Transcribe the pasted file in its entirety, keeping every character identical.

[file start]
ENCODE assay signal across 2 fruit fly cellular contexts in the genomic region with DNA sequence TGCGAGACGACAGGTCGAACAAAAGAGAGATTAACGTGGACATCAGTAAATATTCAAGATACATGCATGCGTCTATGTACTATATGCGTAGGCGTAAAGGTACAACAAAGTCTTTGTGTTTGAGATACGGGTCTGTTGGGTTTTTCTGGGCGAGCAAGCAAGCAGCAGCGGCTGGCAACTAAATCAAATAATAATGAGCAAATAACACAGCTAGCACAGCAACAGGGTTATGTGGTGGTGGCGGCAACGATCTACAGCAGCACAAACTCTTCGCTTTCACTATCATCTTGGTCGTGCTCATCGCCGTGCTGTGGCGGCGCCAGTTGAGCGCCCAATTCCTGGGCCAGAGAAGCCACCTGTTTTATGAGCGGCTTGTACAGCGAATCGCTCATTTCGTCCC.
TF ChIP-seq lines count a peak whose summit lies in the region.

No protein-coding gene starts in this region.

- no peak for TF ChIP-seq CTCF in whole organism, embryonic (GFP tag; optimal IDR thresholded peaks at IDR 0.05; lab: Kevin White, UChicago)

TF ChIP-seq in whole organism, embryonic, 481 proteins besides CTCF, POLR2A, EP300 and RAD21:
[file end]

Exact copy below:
ENCODE assay signal across 2 fruit fly cellular contexts in the genomic region with DNA sequence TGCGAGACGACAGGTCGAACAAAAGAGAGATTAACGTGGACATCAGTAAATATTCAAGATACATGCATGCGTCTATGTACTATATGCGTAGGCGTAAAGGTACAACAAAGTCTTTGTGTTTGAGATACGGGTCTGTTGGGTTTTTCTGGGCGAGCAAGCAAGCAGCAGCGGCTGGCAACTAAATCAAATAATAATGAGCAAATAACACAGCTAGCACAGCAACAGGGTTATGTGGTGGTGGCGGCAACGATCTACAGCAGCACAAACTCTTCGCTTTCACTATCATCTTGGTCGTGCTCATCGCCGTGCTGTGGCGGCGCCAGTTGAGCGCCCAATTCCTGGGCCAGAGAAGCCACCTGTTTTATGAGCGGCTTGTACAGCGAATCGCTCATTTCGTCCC.
TF ChIP-seq lines count a peak whose summit lies in the region.

No protein-coding gene starts in this region.

- no peak for TF ChIP-seq CTCF in whole organism, embryonic (GFP tag; optimal IDR thresholded peaks at IDR 0.05; lab: Kevin White, UChicago)

TF ChIP-seq in whole organism, embryonic, 481 proteins besides CTCF, POLR2A, EP300 and RAD21: